Plot: In Palo Alto, the first comprehensive, global history of Silicon Valley, Malcolm Harris examines how and why Northern California evolved in the particular, consequential way it did, tracing the ideologies, technologies, and policies that have been engineered there over the course of 150 years of Anglo settler colonialism, from IQ tests to the "tragedy of the commons," racial genetics, and "broken windows" theory. The Internet and computers, too. It's a story about how a small American suburb became a powerful engine for economic growth and war, and how it came to lead the world into a surprisingly disastrous 21st century.
Why I’m Excited: A sweeping, epic history of an industry I’ve long covered as a journalist? Sign me up. I can’t wait to see how he pulls all the threads together into a cohesive narrative – and what I can learn to ground my study of entrepreneurship and culture in the Midwest.
Critics: "Extraordinary. In lucid, personal, often funny, and always insightful prose, Malcolm Harris finds the driving thrust of reaction not in capitalism’s left-behind regions but in its vanguard: California, and specifically Silicon Valley. We have not yet felt the full force of the shit storm that the titans of tech have been conjuring. We soon will. If you want to understand what’s coming, you need to read this book." — Greg Grandin, Pulitzer Prize-winning author of The End of Myth
Fiction | Thriller | Women Con Artists
Stone Cold Fox by Rachel Koller Croft
Berkeley; Feb. 14, 2023 | Read an Excerpt
Plot: Like any enterprising woman, Bea knows what she’s worth and is determined to get all she deserves—it just so happens that what she deserves is to marry rich. Filthy rich. After years of forced instruction by her mother in the art of swindling men, a now-solo Bea wants nothing more than to close and lock the door on their sordid partnership so she can disappear safely into old-money domesticity, sealing the final phase of her escape. When Bea chooses her ultimate target in the fully loaded, thoroughly dull and blue-blooded Collin Case, she’s ready to deploy all of her tricks one last time. The challenge isn’t getting the ring, but rather the approval of Collin’s family and everyone else in their 1 percent tax bracket. Will it be like mother, like daughter?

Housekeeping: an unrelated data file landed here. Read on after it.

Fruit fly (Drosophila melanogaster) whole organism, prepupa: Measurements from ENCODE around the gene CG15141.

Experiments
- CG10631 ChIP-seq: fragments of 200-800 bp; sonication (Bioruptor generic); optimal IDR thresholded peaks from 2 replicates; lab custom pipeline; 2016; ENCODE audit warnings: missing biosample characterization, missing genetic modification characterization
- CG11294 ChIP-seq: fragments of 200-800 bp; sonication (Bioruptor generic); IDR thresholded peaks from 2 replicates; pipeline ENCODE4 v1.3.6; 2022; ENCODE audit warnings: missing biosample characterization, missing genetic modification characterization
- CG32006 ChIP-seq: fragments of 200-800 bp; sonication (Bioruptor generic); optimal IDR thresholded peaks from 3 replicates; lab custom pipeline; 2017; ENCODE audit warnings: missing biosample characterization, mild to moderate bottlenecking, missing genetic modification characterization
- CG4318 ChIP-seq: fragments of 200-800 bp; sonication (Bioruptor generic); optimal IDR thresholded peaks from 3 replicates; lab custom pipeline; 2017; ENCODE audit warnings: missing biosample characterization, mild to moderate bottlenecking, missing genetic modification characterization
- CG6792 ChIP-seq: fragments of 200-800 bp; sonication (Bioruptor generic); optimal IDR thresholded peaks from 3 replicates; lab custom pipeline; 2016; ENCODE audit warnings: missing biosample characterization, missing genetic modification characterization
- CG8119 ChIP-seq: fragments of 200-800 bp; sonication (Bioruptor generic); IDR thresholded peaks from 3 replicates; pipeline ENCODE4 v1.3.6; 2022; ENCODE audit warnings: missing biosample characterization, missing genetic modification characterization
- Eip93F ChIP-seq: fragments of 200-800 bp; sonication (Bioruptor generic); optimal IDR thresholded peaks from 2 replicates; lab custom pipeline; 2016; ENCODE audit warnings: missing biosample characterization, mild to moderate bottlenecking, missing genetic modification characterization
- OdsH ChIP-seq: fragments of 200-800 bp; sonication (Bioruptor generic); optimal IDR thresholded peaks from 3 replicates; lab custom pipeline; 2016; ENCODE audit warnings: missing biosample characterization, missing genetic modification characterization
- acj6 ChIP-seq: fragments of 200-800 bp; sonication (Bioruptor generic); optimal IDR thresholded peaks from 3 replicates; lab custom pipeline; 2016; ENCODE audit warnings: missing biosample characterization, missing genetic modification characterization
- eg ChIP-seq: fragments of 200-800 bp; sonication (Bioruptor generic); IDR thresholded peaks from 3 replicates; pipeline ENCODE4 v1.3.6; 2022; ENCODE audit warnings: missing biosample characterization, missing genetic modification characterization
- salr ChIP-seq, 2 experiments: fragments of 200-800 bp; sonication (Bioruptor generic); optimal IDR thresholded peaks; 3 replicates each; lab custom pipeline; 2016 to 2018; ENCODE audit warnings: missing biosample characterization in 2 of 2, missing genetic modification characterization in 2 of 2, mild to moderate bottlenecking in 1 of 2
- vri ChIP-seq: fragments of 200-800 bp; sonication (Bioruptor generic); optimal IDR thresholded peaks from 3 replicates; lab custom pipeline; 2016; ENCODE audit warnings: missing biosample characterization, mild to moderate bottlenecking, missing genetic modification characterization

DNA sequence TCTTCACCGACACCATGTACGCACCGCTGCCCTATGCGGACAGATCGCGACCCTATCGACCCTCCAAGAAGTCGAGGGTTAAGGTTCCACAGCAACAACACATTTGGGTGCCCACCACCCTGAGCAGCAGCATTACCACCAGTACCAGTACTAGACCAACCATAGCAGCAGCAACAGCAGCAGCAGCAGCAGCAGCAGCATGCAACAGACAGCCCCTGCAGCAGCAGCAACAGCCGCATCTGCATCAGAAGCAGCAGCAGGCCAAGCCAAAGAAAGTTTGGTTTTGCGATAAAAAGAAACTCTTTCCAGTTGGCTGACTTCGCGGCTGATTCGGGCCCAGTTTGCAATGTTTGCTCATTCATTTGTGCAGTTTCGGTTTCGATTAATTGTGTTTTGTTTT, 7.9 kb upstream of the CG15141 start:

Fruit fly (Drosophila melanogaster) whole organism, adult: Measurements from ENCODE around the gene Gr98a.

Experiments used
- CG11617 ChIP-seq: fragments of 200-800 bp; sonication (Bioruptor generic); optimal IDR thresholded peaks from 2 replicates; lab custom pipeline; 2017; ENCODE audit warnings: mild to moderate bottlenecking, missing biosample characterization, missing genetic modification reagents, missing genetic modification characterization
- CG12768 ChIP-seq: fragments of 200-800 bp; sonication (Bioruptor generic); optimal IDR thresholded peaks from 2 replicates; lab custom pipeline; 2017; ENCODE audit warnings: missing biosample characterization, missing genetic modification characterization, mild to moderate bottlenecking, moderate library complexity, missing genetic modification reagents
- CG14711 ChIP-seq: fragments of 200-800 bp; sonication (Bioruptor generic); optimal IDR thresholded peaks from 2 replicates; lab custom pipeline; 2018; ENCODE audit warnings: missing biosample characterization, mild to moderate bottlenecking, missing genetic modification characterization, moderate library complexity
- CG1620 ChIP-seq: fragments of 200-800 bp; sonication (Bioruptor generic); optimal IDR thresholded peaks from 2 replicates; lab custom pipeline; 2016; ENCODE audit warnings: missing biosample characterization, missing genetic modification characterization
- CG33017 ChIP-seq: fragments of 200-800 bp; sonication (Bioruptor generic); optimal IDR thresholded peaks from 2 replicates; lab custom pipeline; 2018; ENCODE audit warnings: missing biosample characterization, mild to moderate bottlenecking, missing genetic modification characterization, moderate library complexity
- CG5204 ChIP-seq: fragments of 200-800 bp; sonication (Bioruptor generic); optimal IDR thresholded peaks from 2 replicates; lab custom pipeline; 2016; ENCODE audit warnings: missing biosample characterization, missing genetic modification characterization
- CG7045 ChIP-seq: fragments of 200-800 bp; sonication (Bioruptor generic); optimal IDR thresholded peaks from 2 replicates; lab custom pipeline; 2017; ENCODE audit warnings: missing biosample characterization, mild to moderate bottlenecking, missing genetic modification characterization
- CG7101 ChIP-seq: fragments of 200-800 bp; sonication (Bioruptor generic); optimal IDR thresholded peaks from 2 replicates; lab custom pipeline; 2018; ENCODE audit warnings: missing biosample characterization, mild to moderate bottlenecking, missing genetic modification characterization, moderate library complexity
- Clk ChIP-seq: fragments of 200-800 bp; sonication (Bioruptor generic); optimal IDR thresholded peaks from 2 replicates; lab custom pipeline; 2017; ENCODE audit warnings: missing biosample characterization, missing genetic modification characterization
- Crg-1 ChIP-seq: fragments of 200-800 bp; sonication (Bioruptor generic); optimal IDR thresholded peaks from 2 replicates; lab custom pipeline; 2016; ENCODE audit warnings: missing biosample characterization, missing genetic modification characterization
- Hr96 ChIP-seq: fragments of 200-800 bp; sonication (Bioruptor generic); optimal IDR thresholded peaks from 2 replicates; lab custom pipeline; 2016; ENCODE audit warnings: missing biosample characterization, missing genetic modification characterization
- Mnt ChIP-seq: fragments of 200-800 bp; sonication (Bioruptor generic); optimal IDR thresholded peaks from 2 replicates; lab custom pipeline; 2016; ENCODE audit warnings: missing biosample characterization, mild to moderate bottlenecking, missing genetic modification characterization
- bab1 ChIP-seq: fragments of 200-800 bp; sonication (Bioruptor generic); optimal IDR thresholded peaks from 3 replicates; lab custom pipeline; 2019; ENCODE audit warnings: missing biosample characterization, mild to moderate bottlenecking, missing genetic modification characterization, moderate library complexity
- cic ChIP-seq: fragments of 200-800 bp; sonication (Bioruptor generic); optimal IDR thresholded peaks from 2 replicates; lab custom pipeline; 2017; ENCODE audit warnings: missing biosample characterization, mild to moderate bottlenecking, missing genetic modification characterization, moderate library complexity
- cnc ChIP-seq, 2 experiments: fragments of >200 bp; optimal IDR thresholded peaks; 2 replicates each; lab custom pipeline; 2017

Why I’m Excited: It just sounds fun and dishy. Plus it’s getting good reviews and the author has a rescue pitbull.
Critics: “This delicious, twisty tale of deception and daughterhood will have everyone holding onto their wallets.” — Good Morning America
Fiction | Campus Novel | Power
The Laughter by Sonora Jha
Harper Via; Feb. 14, 2023 | Read an Excerpt
Plot: Dr. Oliver Harding, a tenured professor of English, is long settled into the routines of a divorced, aging academic. But his quiet, staid life is upended by his new colleague, Ruhaba Khan, a dynamic Pakistani Muslim law professor. After protests break out on campus demanding diversity across the university, Harding finds himself and his beliefs under fire, even as his past reveals a picture more complicated than it seems. As Ruhaba seems attainable yet not, and as the women of his past taunt his memory, Harding reacts in ways shocking and devastating.